Other warmwater fish include crappie, which favor pilings and similar structure.
Sturgeon are currently fished mostly catch and release below the falls, but make note of a seasonal closure (May through August) from the falls down to the railroad bridge at Lake Oswego to protect spawning. There is a keeper sturgeon fishery above the falls but finding them is tough.
Shad fishing is a real hoot starting around Mother’s Day and continuing until after Father’s Day. Boaters anchor up in moving water for several miles below Willamette Falls, and bank anglers do well near the mouth of the Clackamas River, including Clackamette Park.
This part of the river help make the lower Willamette one of the Portland area’s best fishing spots.
For a full river overview, check out Willamette River Fishing.
Fishing in Neighboring Counties
Multnomah County: To the north, great access to productive sections of the Columbia and Willamette rivers for salmon, sturgeon and warmwater fish.
Hood River County: To the northeast, Columbia River salmon and keeper sturgeon plus salmon and steelhead in Hood River and some nice mountain trout fishing.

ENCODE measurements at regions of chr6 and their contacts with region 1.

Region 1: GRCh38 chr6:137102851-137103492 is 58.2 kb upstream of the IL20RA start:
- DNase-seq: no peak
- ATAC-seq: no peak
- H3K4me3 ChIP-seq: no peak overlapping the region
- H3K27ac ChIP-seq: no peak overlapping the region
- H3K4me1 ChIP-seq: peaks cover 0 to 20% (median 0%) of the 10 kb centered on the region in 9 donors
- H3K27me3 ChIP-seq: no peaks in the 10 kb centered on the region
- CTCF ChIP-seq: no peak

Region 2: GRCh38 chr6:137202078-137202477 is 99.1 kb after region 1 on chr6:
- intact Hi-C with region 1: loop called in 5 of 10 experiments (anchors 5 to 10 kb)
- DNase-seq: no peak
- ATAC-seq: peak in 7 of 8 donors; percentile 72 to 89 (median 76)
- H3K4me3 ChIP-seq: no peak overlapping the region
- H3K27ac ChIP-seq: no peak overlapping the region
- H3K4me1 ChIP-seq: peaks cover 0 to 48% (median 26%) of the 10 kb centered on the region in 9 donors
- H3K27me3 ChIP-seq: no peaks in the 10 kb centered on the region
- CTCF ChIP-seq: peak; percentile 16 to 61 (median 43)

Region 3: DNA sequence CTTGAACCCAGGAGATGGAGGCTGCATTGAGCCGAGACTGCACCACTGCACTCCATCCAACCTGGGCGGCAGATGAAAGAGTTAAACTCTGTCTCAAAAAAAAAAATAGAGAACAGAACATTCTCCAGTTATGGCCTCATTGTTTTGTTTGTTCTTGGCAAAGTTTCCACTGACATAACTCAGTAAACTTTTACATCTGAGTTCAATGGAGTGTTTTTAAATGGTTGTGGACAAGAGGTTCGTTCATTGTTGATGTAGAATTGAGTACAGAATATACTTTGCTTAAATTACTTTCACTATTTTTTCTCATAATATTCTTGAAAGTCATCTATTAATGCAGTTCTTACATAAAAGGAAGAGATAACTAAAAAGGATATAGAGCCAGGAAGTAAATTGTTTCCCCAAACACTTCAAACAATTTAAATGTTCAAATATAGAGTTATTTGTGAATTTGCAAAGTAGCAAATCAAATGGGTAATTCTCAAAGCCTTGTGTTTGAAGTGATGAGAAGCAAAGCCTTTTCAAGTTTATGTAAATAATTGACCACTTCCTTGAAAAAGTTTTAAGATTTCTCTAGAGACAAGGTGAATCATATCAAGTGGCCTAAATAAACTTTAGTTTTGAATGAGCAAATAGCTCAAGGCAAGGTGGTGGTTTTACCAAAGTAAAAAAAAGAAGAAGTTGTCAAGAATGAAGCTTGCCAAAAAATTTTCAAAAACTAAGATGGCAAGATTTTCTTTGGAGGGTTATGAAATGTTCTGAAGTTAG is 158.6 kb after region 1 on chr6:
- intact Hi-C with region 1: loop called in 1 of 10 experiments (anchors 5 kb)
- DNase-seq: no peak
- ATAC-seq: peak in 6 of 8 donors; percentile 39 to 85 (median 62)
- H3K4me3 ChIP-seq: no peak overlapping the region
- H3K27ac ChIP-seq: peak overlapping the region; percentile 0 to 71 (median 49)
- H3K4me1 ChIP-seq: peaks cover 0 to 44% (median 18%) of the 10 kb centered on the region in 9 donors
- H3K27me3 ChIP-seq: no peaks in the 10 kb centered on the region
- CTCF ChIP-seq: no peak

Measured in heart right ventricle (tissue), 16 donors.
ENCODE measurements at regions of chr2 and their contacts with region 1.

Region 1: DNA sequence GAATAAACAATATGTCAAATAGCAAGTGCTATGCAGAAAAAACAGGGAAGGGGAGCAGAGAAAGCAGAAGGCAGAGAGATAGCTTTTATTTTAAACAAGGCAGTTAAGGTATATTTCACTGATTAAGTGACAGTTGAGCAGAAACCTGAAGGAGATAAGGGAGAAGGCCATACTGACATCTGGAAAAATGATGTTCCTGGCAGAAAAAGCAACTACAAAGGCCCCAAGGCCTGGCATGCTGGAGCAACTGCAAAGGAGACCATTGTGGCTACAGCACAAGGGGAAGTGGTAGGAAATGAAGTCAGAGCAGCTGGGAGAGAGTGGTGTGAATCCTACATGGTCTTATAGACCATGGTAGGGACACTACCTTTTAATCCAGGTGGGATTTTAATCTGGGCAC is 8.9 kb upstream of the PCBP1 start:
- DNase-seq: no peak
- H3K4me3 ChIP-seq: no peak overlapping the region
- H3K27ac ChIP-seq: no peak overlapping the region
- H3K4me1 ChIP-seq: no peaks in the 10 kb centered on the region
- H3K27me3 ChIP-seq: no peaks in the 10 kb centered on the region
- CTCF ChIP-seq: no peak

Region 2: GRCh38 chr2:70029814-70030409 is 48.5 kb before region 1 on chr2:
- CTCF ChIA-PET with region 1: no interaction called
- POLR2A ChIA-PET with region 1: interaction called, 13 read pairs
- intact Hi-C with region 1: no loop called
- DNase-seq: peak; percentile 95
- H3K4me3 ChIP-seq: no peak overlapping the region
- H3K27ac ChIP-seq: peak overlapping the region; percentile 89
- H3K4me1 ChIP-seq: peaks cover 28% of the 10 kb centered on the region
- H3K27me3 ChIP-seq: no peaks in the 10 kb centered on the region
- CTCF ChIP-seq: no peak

Wasco County: To the east, includes fantastic sections of the Deschutes River’s great trout and summer steelhead fisheries plus some excellent Columbia River salmon, sturgeon, smallmouth bass and walleye water.
Marion County: To the south, very good salmon and steelhead fishing in the North Santiam River, plus excellent trout spots including mega-popular Detroit Lake.
Yamhill County: To the west, some nice off-season fishing for stocked trout, some wild cutthroat streams, and opportunities for bass and panfish.
Washington County: To the northwest, includes excellent fishing for stocked trout and smallmouth bass in Henry Hagg Lake, plus suburban trout and warmwater ponds and native cutthroat streams.
More Fishing Resources:
In addition to other sources, the following websites were very helpful while compiling these county fishing pages, and the information there is valuable to all Oregon anglers.
For current regulations, trout stocking, weekly angling reports and more, find links on the Oregon Department of Fish and Wildlife’s Fishing Resources Page.
For boating information about these waters, see the Oregon State Marine Board’s launch locator map.